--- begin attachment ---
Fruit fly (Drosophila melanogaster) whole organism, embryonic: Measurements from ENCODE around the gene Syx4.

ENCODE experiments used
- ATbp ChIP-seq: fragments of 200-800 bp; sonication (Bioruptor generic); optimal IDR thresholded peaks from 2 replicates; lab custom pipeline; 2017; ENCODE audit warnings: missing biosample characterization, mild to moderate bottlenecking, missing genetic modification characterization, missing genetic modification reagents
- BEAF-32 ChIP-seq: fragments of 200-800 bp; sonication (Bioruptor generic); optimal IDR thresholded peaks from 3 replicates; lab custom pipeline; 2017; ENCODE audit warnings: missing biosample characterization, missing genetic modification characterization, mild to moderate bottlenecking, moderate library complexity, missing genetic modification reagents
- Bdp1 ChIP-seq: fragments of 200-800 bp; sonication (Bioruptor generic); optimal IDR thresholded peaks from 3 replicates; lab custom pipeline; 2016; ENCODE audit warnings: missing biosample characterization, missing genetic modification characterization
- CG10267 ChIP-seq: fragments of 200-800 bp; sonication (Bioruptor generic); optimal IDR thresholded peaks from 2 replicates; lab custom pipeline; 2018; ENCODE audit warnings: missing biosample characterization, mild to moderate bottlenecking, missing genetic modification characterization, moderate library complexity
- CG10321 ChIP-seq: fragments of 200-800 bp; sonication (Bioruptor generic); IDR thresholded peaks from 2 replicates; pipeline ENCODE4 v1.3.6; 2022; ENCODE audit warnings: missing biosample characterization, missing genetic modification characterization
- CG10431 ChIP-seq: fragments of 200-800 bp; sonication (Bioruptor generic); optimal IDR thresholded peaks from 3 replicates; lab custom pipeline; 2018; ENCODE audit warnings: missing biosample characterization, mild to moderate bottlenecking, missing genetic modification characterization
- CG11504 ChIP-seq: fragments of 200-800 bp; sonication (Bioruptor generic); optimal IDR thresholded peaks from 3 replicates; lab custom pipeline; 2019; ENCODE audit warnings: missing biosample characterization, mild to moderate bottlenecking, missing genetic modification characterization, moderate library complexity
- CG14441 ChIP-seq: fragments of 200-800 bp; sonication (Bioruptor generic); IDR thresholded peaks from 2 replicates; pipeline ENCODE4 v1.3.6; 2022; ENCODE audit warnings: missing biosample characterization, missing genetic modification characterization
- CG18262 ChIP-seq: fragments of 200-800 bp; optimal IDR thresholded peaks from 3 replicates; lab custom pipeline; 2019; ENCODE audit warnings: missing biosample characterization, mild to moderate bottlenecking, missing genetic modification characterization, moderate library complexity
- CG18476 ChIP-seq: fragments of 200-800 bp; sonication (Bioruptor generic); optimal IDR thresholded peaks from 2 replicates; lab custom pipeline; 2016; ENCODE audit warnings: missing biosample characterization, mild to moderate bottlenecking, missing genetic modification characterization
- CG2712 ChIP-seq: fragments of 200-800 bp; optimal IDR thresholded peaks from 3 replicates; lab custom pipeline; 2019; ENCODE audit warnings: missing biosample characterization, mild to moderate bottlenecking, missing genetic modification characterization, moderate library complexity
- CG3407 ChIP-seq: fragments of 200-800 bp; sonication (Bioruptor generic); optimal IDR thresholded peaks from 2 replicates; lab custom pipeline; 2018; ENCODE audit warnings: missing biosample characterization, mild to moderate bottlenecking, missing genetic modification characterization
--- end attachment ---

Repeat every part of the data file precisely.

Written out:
Fruit fly (Drosophila melanogaster) whole organism, embryonic: Measurements from ENCODE around the gene Syx4.

ENCODE experiments used
- ATbp ChIP-seq: fragments of 200-800 bp; sonication (Bioruptor generic); optimal IDR thresholded peaks from 2 replicates; lab custom pipeline; 2017; ENCODE audit warnings: missing biosample characterization, mild to moderate bottlenecking, missing genetic modification characterization, missing genetic modification reagents
- BEAF-32 ChIP-seq: fragments of 200-800 bp; sonication (Bioruptor generic); optimal IDR thresholded peaks from 3 replicates; lab custom pipeline; 2017; ENCODE audit warnings: missing biosample characterization, missing genetic modification characterization, mild to moderate bottlenecking, moderate library complexity, missing genetic modification reagents
- Bdp1 ChIP-seq: fragments of 200-800 bp; sonication (Bioruptor generic); optimal IDR thresholded peaks from 3 replicates; lab custom pipeline; 2016; ENCODE audit warnings: missing biosample characterization, missing genetic modification characterization
- CG10267 ChIP-seq: fragments of 200-800 bp; sonication (Bioruptor generic); optimal IDR thresholded peaks from 2 replicates; lab custom pipeline; 2018; ENCODE audit warnings: missing biosample characterization, mild to moderate bottlenecking, missing genetic modification characterization, moderate library complexity
- CG10321 ChIP-seq: fragments of 200-800 bp; sonication (Bioruptor generic); IDR thresholded peaks from 2 replicates; pipeline ENCODE4 v1.3.6; 2022; ENCODE audit warnings: missing biosample characterization, missing genetic modification characterization
- CG10431 ChIP-seq: fragments of 200-800 bp; sonication (Bioruptor generic); optimal IDR thresholded peaks from 3 replicates; lab custom pipeline; 2018; ENCODE audit warnings: missing biosample characterization, mild to moderate bottlenecking, missing genetic modification characterization
- CG11504 ChIP-seq: fragments of 200-800 bp; sonication (Bioruptor generic); optimal IDR thresholded peaks from 3 replicates; lab custom pipeline; 2019; ENCODE audit warnings: missing biosample characterization, mild to moderate bottlenecking, missing genetic modification characterization, moderate library complexity
- CG14441 ChIP-seq: fragments of 200-800 bp; sonication (Bioruptor generic); IDR thresholded peaks from 2 replicates; pipeline ENCODE4 v1.3.6; 2022; ENCODE audit warnings: missing biosample characterization, missing genetic modification characterization
- CG18262 ChIP-seq: fragments of 200-800 bp; optimal IDR thresholded peaks from 3 replicates; lab custom pipeline; 2019; ENCODE audit warnings: missing biosample characterization, mild to moderate bottlenecking, missing genetic modification characterization, moderate library complexity
- CG18476 ChIP-seq: fragments of 200-800 bp; sonication (Bioruptor generic); optimal IDR thresholded peaks from 2 replicates; lab custom pipeline; 2016; ENCODE audit warnings: missing biosample characterization, mild to moderate bottlenecking, missing genetic modification characterization
- CG2712 ChIP-seq: fragments of 200-800 bp; optimal IDR thresholded peaks from 3 replicates; lab custom pipeline; 2019; ENCODE audit warnings: missing biosample characterization, mild to moderate bottlenecking, missing genetic modification characterization, moderate library complexity
- CG3407 ChIP-seq: fragments of 200-800 bp; sonication (Bioruptor generic); optimal IDR thresholded peaks from 2 replicates; lab custom pipeline; 2018; ENCODE audit warnings: missing biosample characterization, mild to moderate bottlenecking, missing genetic modification characterization